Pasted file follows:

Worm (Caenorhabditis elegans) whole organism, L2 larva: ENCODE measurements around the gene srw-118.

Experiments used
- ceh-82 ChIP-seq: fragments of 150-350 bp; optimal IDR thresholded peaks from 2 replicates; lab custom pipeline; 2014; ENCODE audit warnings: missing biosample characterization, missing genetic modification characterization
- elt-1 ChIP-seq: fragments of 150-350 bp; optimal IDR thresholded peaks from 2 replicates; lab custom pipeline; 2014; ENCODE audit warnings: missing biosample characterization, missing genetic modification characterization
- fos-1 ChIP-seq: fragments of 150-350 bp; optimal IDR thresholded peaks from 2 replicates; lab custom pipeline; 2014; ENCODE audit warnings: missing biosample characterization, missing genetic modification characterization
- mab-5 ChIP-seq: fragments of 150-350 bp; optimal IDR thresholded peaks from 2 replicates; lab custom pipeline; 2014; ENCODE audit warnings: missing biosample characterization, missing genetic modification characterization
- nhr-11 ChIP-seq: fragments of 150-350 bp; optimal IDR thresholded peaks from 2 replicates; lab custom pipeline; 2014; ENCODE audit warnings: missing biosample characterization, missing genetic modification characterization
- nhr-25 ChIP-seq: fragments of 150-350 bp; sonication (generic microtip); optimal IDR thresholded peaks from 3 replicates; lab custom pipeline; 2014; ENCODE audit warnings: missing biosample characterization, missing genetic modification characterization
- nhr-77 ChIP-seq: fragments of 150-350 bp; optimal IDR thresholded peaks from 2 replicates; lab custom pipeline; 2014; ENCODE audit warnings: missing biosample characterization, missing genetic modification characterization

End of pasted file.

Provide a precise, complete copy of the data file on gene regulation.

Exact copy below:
Worm (Caenorhabditis elegans) whole organism, L2 larva: ENCODE measurements around the gene srw-118.

Experiments used
- ceh-82 ChIP-seq: fragments of 150-350 bp; optimal IDR thresholded peaks from 2 replicates; lab custom pipeline; 2014; ENCODE audit warnings: missing biosample characterization, missing genetic modification characterization
- elt-1 ChIP-seq: fragments of 150-350 bp; optimal IDR thresholded peaks from 2 replicates; lab custom pipeline; 2014; ENCODE audit warnings: missing biosample characterization, missing genetic modification characterization
- fos-1 ChIP-seq: fragments of 150-350 bp; optimal IDR thresholded peaks from 2 replicates; lab custom pipeline; 2014; ENCODE audit warnings: missing biosample characterization, missing genetic modification characterization
- mab-5 ChIP-seq: fragments of 150-350 bp; optimal IDR thresholded peaks from 2 replicates; lab custom pipeline; 2014; ENCODE audit warnings: missing biosample characterization, missing genetic modification characterization
- nhr-11 ChIP-seq: fragments of 150-350 bp; optimal IDR thresholded peaks from 2 replicates; lab custom pipeline; 2014; ENCODE audit warnings: missing biosample characterization, missing genetic modification characterization
- nhr-25 ChIP-seq: fragments of 150-350 bp; sonication (generic microtip); optimal IDR thresholded peaks from 3 replicates; lab custom pipeline; 2014; ENCODE audit warnings: missing biosample characterization, missing genetic modification characterization
- nhr-77 ChIP-seq: fragments of 150-350 bp; optimal IDR thresholded peaks from 2 replicates; lab custom pipeline; 2014; ENCODE audit warnings: missing biosample characterization, missing genetic modification characterization